Although little is known about the mass-shooter in Las Vegas, Richard Porter (MI) was up early preparing to fight the battles on Social Media. In contact with his many followers, he had already laid out a strategy for dealing with what he hoped was a white, liberal shooter.
"It would be great if this guy was an immigrant or at least an Arab or Muslim," Porter said. "But from what I'm hearing that doesn't look likely. I was personally pulling for a black guy--ideally a Black Lives Matter person--so we could spend all the time talking about how they're the real terrorist."
Unfortunately, as details emerged, Porter became upset. "I had planned to go straight to defending gun ownership and, best of all, calling for lifting restrictions on silencers which, at a time like this, would totally infuriate liberals. Unfortunately now, it looks like it's either the best case--a white-male-liberal--or the worst: a white, male gun-nut."
He said he and his fellow travelers would have to fall back to the "It's not the time to politicize this tragedy" position in the worst case. "If it turns out this guy is pro-gun--or just a crazy man--or, worse, some kind of conservative--then we're going to try to take the politics OUT of this whole conversation. Unfortunately, since we'd be sneering at liberals if it turns out this guy was a Hillary supporter--and everyone knows it--that looks kind of weak.'
Indeed, it does.
"The argument that the gun--sounds to me like an automatic weapon--was illegal to begin with--and therefore gun control failed--sounds good for two seconds--but it's worrying me: if people decide that's an argument for making it even harder to get such weapons, well I don't know. That's kind of disturbingly logical."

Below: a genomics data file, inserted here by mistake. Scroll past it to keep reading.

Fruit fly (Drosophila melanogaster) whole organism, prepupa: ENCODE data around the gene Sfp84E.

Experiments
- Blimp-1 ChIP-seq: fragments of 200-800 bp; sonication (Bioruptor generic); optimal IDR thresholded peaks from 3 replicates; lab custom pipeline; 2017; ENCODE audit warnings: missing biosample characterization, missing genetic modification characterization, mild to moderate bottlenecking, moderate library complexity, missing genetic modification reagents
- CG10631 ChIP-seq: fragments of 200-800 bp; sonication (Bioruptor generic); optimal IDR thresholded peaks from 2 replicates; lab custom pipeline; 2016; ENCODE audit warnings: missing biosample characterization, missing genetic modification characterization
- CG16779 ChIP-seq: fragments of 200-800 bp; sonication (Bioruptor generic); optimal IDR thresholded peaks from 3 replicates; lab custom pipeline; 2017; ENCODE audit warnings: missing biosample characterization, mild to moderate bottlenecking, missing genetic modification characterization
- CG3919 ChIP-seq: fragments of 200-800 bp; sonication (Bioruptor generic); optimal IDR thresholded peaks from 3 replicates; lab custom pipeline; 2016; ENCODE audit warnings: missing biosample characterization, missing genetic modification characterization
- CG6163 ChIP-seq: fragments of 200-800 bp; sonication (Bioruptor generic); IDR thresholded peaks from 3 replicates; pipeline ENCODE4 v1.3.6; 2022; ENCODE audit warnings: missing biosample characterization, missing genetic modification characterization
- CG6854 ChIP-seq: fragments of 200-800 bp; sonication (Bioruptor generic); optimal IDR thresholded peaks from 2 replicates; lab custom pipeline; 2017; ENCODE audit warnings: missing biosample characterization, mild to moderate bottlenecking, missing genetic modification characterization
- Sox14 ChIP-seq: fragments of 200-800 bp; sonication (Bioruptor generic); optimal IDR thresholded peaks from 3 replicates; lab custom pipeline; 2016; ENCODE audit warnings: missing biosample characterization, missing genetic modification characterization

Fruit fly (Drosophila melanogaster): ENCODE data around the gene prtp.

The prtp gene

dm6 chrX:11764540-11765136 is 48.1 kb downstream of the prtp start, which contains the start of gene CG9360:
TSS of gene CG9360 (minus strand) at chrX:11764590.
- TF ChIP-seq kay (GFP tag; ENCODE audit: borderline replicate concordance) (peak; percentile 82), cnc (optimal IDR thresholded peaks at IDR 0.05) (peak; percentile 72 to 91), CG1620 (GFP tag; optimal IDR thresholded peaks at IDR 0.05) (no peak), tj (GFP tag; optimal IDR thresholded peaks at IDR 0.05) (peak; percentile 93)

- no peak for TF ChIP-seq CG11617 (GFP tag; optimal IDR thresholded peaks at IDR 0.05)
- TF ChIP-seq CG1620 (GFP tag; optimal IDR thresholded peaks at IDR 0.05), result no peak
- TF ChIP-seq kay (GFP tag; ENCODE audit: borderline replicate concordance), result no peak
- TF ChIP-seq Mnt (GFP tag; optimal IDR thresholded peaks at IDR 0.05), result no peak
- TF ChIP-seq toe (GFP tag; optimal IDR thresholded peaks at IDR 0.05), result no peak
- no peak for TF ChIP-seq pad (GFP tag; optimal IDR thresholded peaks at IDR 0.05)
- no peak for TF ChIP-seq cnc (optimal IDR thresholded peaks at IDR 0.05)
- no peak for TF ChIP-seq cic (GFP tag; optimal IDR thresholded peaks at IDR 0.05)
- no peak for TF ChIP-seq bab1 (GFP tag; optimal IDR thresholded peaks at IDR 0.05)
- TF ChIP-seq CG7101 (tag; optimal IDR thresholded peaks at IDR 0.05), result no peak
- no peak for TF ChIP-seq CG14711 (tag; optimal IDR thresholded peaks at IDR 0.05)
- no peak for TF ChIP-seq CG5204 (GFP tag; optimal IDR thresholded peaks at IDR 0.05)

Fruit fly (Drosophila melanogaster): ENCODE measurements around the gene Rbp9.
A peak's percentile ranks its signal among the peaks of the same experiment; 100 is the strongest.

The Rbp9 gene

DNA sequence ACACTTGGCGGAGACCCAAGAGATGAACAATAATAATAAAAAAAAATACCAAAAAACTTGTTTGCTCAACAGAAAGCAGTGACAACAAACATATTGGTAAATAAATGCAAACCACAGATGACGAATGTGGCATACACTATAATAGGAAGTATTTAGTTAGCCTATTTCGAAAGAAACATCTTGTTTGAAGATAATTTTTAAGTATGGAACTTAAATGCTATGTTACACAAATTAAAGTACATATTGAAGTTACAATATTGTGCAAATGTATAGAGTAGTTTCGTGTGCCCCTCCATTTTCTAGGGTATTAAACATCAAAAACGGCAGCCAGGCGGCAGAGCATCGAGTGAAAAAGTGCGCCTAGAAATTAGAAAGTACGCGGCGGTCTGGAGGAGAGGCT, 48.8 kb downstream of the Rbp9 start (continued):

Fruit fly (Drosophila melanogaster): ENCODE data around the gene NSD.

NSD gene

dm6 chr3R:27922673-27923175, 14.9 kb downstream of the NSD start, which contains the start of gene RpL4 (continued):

He also felt that the idea that more people should have been armed was problematic. "The guy was firing with a superior weapon from 30 stories up. The idea that a 'good man with a gun' could have stopped this is insane. We have to hope liberals don't understand that--or, at least, that the NRA doesn't fall into that trap."
He shook his head. "We have to convince people that, like a nuclear North Korea, mass shootings are things we just have to live with. They, like the 2nd Amendment are part of the American culture--the American experience. Until people come to accept that, our identity is going to be endangered. We have to fight that with every weapon at our disposal--including my grandfathered in fully automatic light machine guns if necessary."